It’s well-known that Quantum computing is evolving quickly. There are so many different qubit technologies and development tools that are trying to win your attention, that It can be challenging to know where to get started and how to optimally invest your resources. While there are some companies that offer you only one solution, which in almost every case is their own, others offer you open ecosystems, leaving you to change your code whenever you want.
Azure Quantum works in a different way. It is adapting to the way you work and it is eliminating the overhead and challenges of trying the latest quantum innovations. Azure Quantum provides the best development environment in order to create quantum algorithms for multiple platforms at once while preserving flexibility to tune the same algorithms for specific systems. You will be provided many programming languages such as Qiskit, Cirq, and Q# you can pick from. You can run your own algorithms on multiple quantum systems.
It is exciting for Azure Quantum to announce that they entered into a partnership with Rigetti. Rigetti’s gate-based superconducting processors will be available in Azure Quantum soon and utilize QIR to enable low latency and parallel execution.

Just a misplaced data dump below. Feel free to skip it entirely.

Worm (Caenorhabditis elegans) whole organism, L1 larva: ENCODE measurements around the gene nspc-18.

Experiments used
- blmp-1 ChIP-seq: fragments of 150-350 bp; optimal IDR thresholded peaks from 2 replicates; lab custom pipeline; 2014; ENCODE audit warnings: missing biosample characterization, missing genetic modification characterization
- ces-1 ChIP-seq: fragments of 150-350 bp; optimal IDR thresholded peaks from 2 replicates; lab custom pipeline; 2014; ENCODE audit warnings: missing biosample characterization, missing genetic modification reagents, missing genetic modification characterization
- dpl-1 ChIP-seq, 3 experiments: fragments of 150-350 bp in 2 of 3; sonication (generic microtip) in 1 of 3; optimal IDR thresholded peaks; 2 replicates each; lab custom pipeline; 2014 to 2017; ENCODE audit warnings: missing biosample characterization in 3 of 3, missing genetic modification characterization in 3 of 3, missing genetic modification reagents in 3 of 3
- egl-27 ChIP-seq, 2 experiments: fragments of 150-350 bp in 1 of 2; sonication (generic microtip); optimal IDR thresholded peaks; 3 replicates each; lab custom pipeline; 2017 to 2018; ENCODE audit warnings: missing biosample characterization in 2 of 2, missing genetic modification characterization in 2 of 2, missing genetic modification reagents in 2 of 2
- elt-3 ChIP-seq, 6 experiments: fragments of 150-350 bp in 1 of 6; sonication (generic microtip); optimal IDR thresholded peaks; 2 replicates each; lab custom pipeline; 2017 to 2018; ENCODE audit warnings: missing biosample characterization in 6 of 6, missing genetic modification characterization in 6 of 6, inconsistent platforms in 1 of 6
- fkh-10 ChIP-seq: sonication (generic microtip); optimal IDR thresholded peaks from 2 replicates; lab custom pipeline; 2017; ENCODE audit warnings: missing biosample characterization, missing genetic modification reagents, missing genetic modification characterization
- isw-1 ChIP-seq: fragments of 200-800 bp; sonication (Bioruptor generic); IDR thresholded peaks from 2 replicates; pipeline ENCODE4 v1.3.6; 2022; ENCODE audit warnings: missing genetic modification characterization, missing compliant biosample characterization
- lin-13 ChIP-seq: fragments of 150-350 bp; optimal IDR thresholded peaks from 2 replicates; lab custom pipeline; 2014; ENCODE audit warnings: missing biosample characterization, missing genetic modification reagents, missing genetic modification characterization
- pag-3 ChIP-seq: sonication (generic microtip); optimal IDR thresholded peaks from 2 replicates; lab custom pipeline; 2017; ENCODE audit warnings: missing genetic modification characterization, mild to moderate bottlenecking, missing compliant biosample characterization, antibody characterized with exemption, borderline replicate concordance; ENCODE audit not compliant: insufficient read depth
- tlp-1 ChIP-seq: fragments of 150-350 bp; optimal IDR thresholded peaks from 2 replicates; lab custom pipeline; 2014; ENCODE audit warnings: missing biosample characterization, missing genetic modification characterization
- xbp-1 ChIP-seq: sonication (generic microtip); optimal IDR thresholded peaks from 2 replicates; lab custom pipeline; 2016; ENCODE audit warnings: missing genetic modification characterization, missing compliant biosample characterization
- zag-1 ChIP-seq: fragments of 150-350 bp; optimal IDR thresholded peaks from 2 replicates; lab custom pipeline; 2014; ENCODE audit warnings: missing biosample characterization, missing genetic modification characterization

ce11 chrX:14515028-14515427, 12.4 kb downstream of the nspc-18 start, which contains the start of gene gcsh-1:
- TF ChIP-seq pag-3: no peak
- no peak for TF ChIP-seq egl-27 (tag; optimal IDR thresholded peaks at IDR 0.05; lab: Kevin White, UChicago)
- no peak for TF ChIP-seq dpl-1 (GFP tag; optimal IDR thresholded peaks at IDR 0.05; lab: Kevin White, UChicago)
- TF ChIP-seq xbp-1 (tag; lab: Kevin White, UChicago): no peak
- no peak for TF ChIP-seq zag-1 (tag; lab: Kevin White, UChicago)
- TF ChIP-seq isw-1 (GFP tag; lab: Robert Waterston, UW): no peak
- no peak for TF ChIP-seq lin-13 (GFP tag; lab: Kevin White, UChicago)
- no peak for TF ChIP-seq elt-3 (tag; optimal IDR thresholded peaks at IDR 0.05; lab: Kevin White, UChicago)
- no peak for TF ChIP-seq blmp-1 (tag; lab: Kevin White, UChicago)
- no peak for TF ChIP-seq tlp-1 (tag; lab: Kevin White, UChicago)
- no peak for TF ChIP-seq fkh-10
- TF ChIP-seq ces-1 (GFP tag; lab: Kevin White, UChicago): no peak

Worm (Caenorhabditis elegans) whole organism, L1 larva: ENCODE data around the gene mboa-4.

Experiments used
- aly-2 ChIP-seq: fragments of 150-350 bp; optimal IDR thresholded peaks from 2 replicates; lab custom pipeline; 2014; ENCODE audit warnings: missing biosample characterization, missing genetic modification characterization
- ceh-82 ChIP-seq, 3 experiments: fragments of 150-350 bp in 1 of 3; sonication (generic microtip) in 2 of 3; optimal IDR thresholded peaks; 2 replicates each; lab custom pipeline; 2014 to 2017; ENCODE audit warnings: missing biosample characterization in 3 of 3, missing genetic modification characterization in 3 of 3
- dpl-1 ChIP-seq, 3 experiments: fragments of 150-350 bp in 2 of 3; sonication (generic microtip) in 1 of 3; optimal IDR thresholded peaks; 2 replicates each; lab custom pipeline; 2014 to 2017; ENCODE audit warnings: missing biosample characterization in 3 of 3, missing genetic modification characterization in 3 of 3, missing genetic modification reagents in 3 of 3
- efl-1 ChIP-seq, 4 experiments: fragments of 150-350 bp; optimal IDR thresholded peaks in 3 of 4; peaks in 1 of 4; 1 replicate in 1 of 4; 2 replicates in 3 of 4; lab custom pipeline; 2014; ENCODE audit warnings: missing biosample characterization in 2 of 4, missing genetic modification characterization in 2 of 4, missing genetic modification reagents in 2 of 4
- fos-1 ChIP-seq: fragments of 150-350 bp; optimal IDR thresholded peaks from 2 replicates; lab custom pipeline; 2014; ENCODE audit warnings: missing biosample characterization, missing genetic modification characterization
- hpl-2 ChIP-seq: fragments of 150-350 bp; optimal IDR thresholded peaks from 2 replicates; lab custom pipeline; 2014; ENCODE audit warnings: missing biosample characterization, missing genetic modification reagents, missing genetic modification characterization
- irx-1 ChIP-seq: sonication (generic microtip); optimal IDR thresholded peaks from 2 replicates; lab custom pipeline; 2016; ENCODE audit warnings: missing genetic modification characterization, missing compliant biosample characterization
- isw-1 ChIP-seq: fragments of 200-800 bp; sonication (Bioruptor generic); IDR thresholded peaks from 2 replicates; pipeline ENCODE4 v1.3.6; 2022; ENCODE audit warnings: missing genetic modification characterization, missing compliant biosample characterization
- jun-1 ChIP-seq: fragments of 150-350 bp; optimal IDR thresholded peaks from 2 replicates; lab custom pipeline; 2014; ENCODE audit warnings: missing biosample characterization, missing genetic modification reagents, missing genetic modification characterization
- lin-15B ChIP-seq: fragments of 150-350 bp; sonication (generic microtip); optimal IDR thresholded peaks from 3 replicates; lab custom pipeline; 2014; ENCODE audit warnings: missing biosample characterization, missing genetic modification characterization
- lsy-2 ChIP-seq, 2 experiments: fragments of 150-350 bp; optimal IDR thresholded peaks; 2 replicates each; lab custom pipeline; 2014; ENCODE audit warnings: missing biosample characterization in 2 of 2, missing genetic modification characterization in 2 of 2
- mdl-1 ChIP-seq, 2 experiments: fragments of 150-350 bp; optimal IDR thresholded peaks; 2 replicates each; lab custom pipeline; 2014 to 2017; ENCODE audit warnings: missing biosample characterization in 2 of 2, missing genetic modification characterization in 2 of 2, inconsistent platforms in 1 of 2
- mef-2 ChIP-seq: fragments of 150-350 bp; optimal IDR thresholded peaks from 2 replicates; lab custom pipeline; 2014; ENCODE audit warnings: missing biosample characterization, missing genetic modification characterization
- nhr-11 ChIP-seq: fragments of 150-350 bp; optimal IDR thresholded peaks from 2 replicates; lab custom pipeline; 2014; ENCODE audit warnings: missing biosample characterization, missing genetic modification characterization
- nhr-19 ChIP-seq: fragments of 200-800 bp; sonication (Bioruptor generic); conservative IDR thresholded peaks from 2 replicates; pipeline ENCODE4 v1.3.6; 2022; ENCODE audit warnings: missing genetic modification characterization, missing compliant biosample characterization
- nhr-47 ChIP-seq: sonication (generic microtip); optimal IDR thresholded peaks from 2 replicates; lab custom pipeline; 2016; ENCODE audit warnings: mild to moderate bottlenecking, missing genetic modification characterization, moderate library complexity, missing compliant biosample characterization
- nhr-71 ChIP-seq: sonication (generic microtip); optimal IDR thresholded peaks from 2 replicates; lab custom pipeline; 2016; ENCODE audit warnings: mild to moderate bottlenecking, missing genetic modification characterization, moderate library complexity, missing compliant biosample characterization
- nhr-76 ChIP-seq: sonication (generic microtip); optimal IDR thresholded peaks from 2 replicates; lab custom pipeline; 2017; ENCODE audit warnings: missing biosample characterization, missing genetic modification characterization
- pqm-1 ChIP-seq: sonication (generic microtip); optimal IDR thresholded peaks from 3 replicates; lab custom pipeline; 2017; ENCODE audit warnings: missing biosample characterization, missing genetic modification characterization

You can try out the quantum hardware for free but you can apply for up to $10,000 USD in credits to use on partner hardware for your research or commercial projects.
You can start with the language and SDK that you’re most familiar with, such as Qiskit or Cirq Python packages, as well as explore the full-featured, built-for-quantum language, Q#. You will be given an opportunity to build on code you’ve already written and work in your favorite development environment including free, hosted Jupyter notebooks.
When it comes to designing your own algorithms, you can use fast, free, and scalable simulators that simulate current and future quantum machines. The open systems simulator gives you a chance to simulate how your programs run on today’s hardware. The cloud-based full-state simulator lets you simulate larger quantum programs.